12-29-2010 06:42 PM
While researching comparisons between Cisco and Juniper and specifically looking from ways Cisco is better than Juniper (Haven't found any valid claims, yet) I ran across some questionable videos on YouTube.
A few things I noticed about the videos is that the user that posted them has only posted one (1) video per username and that the usernames are generally based on fairy-tales (maybe a hint as to what they are telling). Some seem to be tied to a test Cisco paid for as well.
The point of this post is to hear what people think, backed by technical references (not flaming). I don't believe the claims being made, but I myself haven't had the opportunity to perform tests on the mentioned in the videos.
What do you think. I would also like to hear what a Juniper representative has to say about it and whether any claims are true.
Juniper MX960 3D Falls Short..Yet Again!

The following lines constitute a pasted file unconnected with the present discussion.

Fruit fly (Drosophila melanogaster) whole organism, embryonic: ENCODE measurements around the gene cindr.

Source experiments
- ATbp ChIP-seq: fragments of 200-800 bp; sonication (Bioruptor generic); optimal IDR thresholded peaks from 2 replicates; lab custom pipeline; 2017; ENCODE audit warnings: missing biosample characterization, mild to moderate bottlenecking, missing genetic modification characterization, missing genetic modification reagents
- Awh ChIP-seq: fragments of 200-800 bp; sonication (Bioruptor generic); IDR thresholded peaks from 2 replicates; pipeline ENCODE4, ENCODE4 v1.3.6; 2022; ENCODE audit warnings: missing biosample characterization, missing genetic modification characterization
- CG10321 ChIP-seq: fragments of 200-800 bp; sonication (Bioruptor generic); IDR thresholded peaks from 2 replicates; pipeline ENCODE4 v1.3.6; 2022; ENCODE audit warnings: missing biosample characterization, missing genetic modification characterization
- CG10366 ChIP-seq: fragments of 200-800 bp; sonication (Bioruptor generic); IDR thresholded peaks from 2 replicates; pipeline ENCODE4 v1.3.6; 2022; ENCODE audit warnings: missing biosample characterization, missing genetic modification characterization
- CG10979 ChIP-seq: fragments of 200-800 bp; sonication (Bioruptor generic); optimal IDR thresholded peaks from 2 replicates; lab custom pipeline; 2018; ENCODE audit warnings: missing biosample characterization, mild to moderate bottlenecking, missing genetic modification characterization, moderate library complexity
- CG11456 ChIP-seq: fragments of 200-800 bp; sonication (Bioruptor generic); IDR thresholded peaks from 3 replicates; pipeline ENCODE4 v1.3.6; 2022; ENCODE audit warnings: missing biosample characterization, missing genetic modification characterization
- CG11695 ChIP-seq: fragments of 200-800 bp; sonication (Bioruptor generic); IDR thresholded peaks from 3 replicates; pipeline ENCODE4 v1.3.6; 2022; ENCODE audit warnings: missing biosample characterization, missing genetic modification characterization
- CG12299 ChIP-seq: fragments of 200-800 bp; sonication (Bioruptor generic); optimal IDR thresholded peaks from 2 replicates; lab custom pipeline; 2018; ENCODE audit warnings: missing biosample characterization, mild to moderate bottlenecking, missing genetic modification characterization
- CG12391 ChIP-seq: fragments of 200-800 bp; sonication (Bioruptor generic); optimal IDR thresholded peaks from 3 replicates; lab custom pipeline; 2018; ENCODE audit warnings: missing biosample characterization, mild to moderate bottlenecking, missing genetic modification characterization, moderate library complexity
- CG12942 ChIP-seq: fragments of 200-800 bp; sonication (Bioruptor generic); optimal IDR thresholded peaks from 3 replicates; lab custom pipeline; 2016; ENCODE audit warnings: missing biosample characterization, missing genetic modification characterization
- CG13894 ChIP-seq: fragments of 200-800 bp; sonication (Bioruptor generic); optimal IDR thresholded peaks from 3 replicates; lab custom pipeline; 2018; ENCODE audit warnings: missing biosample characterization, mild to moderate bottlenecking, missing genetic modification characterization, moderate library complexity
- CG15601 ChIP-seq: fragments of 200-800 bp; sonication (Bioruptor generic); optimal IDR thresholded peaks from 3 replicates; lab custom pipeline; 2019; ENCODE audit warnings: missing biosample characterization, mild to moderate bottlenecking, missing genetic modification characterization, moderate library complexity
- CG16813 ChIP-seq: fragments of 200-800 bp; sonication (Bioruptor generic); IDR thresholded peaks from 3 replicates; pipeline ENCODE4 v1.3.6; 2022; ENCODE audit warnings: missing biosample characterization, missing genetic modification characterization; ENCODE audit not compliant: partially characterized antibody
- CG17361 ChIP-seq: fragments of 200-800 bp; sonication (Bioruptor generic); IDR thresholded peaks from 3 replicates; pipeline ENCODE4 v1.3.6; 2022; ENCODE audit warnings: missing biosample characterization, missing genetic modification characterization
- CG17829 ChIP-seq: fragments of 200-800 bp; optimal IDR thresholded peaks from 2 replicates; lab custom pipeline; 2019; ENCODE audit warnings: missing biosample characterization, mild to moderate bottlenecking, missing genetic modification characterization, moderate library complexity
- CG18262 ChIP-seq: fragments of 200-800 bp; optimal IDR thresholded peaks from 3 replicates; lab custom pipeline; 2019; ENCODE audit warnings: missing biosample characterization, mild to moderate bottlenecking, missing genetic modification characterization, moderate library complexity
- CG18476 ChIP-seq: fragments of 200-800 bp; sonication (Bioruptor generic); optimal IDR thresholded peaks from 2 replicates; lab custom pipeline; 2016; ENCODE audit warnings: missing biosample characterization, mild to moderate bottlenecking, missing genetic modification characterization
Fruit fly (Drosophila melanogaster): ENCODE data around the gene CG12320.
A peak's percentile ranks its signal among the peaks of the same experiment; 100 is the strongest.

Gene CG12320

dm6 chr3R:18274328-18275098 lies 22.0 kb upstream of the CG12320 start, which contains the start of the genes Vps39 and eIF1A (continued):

JUNOS: Reality vs Myth!!!!!
Reality of Juniper
MX Routers - Demand More but Get Less? [Same as "Reality of Juniper"]
Will the Cisco ASR 9000 kill the Juniper MX960?
Miercom Test Results
12-29-2010 09:36 PM
Someone (I wonder who...) spent an awful lot of money to produce some of those. They are very dated at this point -- for example the claims about IPv6 support on SRX -- and just plain wrong on others (the exact same binary runs on M-Series, T-Series, etc). And the MX 3D (based on the Trio chipset) didn't even exist when those were made http://www.juniper.net/us/en/products-services/rou
An interesting question about the One Junos strategy that the posts fail to address is: What is the important part of that strategy? Is it that the exact same binary run on every single device? Probably not. We think the important part is that total cost of ownership is reduced because the user-experience (from the CLI, to diagnostics, management, output formats, etc) is as similar as possible given the intrinsic differences in the platforms.
Being able to flip your KVM across consoles attached to a router, a switch, and a firewall, and pretty much already knowing how to operate all 3 (by knowing one) - is IMHO pretty cool.
Sponsored performance tests?...meh